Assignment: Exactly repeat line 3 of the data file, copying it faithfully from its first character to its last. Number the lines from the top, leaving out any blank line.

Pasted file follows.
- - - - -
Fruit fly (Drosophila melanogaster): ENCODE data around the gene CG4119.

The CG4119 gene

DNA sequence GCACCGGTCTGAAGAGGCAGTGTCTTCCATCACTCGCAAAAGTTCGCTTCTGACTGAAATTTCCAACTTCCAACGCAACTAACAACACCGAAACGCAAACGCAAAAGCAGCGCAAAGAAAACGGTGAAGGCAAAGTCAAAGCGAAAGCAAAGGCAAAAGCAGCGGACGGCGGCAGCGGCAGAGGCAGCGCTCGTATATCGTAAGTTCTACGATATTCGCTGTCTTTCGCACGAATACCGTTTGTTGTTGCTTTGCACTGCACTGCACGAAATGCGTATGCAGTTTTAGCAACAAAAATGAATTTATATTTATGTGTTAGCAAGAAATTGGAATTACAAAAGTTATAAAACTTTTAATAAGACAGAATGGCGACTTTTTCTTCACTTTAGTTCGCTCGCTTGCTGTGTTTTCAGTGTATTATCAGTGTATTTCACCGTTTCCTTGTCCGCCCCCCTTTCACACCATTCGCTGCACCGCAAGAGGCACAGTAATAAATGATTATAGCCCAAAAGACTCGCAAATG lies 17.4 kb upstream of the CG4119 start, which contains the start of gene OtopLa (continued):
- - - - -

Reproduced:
DNA sequence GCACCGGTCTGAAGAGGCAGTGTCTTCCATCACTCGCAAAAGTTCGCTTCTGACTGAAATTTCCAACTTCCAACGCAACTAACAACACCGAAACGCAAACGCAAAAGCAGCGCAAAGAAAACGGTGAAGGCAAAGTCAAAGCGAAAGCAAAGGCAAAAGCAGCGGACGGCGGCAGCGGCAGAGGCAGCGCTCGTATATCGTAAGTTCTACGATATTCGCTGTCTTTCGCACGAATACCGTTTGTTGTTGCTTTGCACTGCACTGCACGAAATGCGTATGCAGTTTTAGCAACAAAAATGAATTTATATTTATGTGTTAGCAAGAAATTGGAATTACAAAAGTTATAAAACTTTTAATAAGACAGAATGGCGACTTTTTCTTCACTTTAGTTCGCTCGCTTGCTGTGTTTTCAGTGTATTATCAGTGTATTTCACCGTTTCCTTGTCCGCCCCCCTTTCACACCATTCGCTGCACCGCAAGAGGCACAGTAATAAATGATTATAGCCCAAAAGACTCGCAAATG lies 17.4 kb upstream of the CG4119 start, which contains the start of gene OtopLa (continued):